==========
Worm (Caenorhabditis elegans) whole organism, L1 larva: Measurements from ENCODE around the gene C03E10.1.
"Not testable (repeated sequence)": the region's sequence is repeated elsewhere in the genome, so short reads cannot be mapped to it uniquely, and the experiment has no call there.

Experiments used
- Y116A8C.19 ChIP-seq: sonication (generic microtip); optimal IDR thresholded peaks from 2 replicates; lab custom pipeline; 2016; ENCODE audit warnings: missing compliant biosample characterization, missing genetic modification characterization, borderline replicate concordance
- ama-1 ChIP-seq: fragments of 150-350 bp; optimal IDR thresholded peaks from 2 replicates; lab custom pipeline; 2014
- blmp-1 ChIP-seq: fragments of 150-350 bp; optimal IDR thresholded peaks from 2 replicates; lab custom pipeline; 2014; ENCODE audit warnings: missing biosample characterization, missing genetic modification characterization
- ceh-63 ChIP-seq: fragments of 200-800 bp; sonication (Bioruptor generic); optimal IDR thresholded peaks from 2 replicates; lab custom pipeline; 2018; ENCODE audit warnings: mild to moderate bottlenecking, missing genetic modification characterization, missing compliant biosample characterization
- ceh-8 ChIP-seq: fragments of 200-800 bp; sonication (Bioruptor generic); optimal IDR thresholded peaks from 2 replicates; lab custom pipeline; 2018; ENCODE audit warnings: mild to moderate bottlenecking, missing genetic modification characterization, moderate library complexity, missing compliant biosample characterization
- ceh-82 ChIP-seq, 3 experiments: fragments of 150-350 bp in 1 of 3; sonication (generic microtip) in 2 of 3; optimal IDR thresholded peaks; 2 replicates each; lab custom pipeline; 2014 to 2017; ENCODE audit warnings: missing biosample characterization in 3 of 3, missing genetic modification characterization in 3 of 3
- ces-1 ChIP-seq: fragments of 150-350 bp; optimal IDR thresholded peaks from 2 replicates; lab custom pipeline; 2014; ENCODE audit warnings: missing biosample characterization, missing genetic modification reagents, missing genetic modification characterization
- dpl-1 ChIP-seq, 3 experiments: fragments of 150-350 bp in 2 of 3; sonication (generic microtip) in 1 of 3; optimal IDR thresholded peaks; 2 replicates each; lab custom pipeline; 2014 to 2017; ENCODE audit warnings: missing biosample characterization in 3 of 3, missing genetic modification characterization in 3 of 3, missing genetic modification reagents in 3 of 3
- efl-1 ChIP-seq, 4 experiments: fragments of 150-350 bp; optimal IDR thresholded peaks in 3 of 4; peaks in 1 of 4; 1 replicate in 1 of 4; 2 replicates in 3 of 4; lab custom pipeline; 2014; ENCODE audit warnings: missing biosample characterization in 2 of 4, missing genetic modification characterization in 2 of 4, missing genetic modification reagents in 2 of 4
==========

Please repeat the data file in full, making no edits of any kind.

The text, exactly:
Worm (Caenorhabditis elegans) whole organism, L1 larva: Measurements from ENCODE around the gene C03E10.1.
"Not testable (repeated sequence)": the region's sequence is repeated elsewhere in the genome, so short reads cannot be mapped to it uniquely, and the experiment has no call there.

Experiments used
- Y116A8C.19 ChIP-seq: sonication (generic microtip); optimal IDR thresholded peaks from 2 replicates; lab custom pipeline; 2016; ENCODE audit warnings: missing compliant biosample characterization, missing genetic modification characterization, borderline replicate concordance
- ama-1 ChIP-seq: fragments of 150-350 bp; optimal IDR thresholded peaks from 2 replicates; lab custom pipeline; 2014
- blmp-1 ChIP-seq: fragments of 150-350 bp; optimal IDR thresholded peaks from 2 replicates; lab custom pipeline; 2014; ENCODE audit warnings: missing biosample characterization, missing genetic modification characterization
- ceh-63 ChIP-seq: fragments of 200-800 bp; sonication (Bioruptor generic); optimal IDR thresholded peaks from 2 replicates; lab custom pipeline; 2018; ENCODE audit warnings: mild to moderate bottlenecking, missing genetic modification characterization, missing compliant biosample characterization
- ceh-8 ChIP-seq: fragments of 200-800 bp; sonication (Bioruptor generic); optimal IDR thresholded peaks from 2 replicates; lab custom pipeline; 2018; ENCODE audit warnings: mild to moderate bottlenecking, missing genetic modification characterization, moderate library complexity, missing compliant biosample characterization
- ceh-82 ChIP-seq, 3 experiments: fragments of 150-350 bp in 1 of 3; sonication (generic microtip) in 2 of 3; optimal IDR thresholded peaks; 2 replicates each; lab custom pipeline; 2014 to 2017; ENCODE audit warnings: missing biosample characterization in 3 of 3, missing genetic modification characterization in 3 of 3
- ces-1 ChIP-seq: fragments of 150-350 bp; optimal IDR thresholded peaks from 2 replicates; lab custom pipeline; 2014; ENCODE audit warnings: missing biosample characterization, missing genetic modification reagents, missing genetic modification characterization
- dpl-1 ChIP-seq, 3 experiments: fragments of 150-350 bp in 2 of 3; sonication (generic microtip) in 1 of 3; optimal IDR thresholded peaks; 2 replicates each; lab custom pipeline; 2014 to 2017; ENCODE audit warnings: missing biosample characterization in 3 of 3, missing genetic modification characterization in 3 of 3, missing genetic modification reagents in 3 of 3
- efl-1 ChIP-seq, 4 experiments: fragments of 150-350 bp; optimal IDR thresholded peaks in 3 of 4; peaks in 1 of 4; 1 replicate in 1 of 4; 2 replicates in 3 of 4; lab custom pipeline; 2014; ENCODE audit warnings: missing biosample characterization in 2 of 4, missing genetic modification characterization in 2 of 4, missing genetic modification reagents in 2 of 4